The Latest Advancements In Hip Replacement Surgery

As the years go by and the body begins to enter its old age, it’s only natural for aches and pains to begin to appear. Many older people will begin to notice issues with their joints, in particular, and the hip is one of the most commonly affected areas, requiring treatment.

More than 175,000 people undergo hip replacement surgery every year for a variety of reasons, and this surgery can be life-changing, helping to alleviate pain and suffering, help with movement, and prevent further damage being done to the hip joint itself.

With a hip replacement or implant, damaged or diseased parts of the joint are removed or smoothed out, replaced or covered over with pieces of metal, plastic, or ceramic that mimic the way the joint functions. Studies show that this surgery can help people live longer and massively improve their quality of life.

As with other areas of medicine, we’ve seen big advancements in how hip replacements work as time goes by, leading to more successful surgeries and better results for patients. Some risks still exist and the process isn’t perfect, by any means, but great strides have been made, as shown below.

Custom-Made Implants

One of the greatest advancements of modern technology when it comes to hip replacements and implants is the ability to actually custom-design and create these implants before surgery even takes place. Professionals are able to make use of X-rays and scans from patients to prepare perfectly-fitting implants ahead of time.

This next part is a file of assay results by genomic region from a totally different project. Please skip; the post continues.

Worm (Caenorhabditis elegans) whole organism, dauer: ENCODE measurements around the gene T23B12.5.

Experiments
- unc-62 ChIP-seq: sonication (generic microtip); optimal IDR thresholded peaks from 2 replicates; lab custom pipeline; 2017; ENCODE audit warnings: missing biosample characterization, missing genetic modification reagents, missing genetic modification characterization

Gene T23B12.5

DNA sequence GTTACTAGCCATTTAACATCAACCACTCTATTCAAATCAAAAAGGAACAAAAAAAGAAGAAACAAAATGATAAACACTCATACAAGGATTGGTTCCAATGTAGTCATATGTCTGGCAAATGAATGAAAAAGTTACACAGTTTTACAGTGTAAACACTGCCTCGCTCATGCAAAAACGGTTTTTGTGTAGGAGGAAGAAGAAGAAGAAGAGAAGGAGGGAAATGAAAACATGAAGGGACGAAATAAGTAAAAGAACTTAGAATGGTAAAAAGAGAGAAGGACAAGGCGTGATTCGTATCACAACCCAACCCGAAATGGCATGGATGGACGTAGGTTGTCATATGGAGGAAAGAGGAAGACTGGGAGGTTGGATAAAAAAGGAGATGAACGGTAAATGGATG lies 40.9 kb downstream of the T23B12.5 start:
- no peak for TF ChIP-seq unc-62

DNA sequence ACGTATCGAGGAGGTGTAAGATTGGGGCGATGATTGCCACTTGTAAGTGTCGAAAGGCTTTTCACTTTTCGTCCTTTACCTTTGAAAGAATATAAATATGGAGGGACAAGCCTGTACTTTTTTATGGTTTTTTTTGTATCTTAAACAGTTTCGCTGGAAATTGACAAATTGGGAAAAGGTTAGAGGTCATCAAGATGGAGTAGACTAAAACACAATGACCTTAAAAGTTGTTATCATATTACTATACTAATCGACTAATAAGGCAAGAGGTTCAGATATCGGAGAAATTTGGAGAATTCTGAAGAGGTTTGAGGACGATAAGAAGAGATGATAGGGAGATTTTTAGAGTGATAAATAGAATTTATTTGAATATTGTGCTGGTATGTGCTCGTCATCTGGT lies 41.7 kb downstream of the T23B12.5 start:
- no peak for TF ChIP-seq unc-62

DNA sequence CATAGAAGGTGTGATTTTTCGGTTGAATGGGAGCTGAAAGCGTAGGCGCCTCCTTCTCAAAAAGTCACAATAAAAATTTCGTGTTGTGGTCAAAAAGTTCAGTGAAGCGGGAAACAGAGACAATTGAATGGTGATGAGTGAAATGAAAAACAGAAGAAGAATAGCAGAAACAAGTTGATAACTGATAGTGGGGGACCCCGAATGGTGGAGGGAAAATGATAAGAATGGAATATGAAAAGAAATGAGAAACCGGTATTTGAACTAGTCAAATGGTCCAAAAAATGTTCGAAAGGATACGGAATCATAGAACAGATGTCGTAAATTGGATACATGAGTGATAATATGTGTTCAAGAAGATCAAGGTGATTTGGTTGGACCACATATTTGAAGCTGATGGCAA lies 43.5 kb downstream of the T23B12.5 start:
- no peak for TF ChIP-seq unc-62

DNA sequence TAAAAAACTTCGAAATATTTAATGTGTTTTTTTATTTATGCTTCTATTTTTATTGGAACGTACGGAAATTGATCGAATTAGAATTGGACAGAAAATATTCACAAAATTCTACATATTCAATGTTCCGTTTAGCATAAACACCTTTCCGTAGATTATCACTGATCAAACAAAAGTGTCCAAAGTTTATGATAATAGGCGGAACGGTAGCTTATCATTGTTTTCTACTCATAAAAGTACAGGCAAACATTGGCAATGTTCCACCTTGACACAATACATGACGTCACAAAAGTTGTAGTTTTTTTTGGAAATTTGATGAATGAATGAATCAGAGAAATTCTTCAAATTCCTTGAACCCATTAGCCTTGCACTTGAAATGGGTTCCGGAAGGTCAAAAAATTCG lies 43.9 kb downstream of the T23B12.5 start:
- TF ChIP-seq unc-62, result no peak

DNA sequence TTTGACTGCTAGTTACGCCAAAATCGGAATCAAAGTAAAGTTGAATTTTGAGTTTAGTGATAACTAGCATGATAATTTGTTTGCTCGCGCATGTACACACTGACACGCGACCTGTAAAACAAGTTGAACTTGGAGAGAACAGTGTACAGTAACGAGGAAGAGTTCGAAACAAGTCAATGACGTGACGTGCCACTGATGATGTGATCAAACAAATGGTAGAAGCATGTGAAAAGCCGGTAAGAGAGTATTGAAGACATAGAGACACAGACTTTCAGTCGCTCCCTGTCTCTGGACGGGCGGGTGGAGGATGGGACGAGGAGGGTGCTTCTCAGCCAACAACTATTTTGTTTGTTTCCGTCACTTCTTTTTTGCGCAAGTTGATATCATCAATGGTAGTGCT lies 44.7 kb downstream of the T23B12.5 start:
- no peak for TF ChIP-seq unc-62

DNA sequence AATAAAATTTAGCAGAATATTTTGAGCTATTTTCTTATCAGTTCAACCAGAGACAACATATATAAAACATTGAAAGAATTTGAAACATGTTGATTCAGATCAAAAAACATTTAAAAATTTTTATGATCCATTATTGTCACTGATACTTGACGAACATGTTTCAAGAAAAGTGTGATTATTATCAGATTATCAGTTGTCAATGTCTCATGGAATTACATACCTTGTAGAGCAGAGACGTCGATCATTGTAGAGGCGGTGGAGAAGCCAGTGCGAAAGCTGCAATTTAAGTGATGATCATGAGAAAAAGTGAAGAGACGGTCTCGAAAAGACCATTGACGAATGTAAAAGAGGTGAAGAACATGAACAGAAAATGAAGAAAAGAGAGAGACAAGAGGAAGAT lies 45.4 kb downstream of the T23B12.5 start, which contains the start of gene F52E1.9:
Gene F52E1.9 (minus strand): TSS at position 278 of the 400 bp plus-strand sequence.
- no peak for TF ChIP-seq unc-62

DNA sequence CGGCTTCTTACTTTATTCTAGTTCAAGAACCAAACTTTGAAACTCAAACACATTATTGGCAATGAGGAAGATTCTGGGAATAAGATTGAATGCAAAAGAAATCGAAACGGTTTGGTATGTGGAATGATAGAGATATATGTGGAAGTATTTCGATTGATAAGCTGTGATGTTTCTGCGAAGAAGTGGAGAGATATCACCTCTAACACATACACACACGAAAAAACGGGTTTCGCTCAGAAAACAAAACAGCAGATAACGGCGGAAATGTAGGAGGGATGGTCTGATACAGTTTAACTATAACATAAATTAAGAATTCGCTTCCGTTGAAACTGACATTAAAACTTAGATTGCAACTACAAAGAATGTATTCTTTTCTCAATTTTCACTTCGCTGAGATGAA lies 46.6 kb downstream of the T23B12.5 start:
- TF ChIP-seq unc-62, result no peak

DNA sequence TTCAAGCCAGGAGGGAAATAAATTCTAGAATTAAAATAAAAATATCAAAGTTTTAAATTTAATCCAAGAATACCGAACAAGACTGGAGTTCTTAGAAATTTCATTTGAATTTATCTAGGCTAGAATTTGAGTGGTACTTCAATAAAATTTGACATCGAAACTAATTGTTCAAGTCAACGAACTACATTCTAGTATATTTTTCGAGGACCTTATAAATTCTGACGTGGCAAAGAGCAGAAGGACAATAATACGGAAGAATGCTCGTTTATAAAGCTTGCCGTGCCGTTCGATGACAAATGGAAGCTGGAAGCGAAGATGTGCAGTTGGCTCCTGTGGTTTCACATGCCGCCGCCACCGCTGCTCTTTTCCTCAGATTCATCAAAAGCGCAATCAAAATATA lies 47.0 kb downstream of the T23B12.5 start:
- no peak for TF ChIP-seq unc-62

In the past, more general, one-size-fits-all implants were prepared and had to be forced into place, sometimes by removing excess bone and potentially leading to movement issues or limitations if the implant didn’t fit quite right. However, new technologies have changed the game completely, allowing for precise, tailor-made implants to be prepared. This results in better fits, less boneless, wider ranges of movement for the patient, and a more satisfying conclusion overall.

Different Materials

We’ve seen some big changes in the materials that can be used for hip replacements too. In the past, metal alloys or plastics would have to be used to create the new, artificial parts of the joint, but these days, surgeons can opt for even more materials. Modern hip replacements may involve the use of ceramic, advanced plastics, and stronger, tougher metal alloys than ever before.

These new materials allow hip implants to be more durable and long-lasting, with fewer risks of complications and a reduced need for additional surgery. In short, making use of these more modern materials helps to make hip replacement surgeries more effective and efficient in the long term, with better results for every patient.

Bonding Alternatives

We’ve even seen changes in the way that new implants are fixed in place when carrying out hip implant or replacement surgeries. Typically, during a hip replacement, the ball of the joint is removed and a new artificial ball and socket are inserted. In the past, acrylic cement was the only option to fix the new parts of the joint in place.